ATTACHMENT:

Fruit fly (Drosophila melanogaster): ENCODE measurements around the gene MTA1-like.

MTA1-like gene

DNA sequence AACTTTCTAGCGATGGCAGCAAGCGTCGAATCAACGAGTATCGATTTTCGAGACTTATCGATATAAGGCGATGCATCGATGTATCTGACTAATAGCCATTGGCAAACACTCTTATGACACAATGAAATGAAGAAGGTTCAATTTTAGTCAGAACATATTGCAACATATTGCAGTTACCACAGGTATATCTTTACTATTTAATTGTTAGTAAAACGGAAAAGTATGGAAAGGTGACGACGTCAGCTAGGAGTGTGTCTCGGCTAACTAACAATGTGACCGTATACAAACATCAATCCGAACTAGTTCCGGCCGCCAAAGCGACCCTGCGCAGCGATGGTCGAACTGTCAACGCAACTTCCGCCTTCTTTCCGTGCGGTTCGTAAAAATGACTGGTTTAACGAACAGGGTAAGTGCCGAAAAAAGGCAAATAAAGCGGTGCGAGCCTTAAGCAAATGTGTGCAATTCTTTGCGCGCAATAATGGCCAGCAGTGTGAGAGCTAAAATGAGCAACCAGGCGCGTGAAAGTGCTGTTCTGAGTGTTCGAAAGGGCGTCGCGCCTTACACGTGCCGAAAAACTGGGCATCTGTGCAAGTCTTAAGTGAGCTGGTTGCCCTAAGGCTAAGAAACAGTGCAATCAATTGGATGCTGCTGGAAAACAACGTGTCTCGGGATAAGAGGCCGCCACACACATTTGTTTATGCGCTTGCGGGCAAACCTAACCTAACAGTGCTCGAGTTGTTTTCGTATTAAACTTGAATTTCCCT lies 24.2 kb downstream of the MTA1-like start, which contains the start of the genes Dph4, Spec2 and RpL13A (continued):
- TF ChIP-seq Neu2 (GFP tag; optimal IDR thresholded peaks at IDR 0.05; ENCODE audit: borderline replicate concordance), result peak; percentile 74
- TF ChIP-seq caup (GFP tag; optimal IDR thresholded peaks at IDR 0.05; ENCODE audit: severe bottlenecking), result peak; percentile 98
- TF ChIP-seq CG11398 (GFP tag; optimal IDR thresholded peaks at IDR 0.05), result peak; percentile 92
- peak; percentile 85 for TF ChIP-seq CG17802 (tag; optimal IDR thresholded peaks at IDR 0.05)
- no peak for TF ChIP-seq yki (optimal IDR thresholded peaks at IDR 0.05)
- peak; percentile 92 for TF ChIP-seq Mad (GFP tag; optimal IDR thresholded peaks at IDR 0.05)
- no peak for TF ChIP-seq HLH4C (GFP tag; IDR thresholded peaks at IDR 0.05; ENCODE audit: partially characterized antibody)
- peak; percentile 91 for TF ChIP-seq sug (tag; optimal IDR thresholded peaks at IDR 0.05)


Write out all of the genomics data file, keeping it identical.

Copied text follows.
Fruit fly (Drosophila melanogaster): ENCODE measurements around the gene MTA1-like.

MTA1-like gene

DNA sequence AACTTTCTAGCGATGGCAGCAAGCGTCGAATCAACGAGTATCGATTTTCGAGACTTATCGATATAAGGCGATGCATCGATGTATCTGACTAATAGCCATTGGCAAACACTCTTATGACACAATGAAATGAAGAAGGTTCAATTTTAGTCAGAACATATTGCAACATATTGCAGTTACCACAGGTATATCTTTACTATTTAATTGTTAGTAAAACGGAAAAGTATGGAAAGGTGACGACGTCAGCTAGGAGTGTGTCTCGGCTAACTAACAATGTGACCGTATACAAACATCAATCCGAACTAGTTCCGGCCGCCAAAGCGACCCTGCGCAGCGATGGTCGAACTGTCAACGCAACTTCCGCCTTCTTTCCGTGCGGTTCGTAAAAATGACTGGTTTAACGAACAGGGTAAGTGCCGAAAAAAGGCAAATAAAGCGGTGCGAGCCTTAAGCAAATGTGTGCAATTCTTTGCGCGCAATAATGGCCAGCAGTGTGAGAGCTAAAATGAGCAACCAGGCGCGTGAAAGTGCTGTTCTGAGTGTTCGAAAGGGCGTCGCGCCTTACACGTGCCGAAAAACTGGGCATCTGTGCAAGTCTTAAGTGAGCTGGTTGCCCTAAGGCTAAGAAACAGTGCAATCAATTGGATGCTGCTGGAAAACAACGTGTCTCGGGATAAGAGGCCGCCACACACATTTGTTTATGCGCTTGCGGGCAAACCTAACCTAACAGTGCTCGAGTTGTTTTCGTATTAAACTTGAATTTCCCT lies 24.2 kb downstream of the MTA1-like start, which contains the start of the genes Dph4, Spec2 and RpL13A (continued):
- TF ChIP-seq Neu2 (GFP tag; optimal IDR thresholded peaks at IDR 0.05; ENCODE audit: borderline replicate concordance), result peak; percentile 74
- TF ChIP-seq caup (GFP tag; optimal IDR thresholded peaks at IDR 0.05; ENCODE audit: severe bottlenecking), result peak; percentile 98
- TF ChIP-seq CG11398 (GFP tag; optimal IDR thresholded peaks at IDR 0.05), result peak; percentile 92
- peak; percentile 85 for TF ChIP-seq CG17802 (tag; optimal IDR thresholded peaks at IDR 0.05)
- no peak for TF ChIP-seq yki (optimal IDR thresholded peaks at IDR 0.05)
- peak; percentile 92 for TF ChIP-seq Mad (GFP tag; optimal IDR thresholded peaks at IDR 0.05)
- no peak for TF ChIP-seq HLH4C (GFP tag; IDR thresholded peaks at IDR 0.05; ENCODE audit: partially characterized antibody)
- peak; percentile 91 for TF ChIP-seq sug (tag; optimal IDR thresholded peaks at IDR 0.05)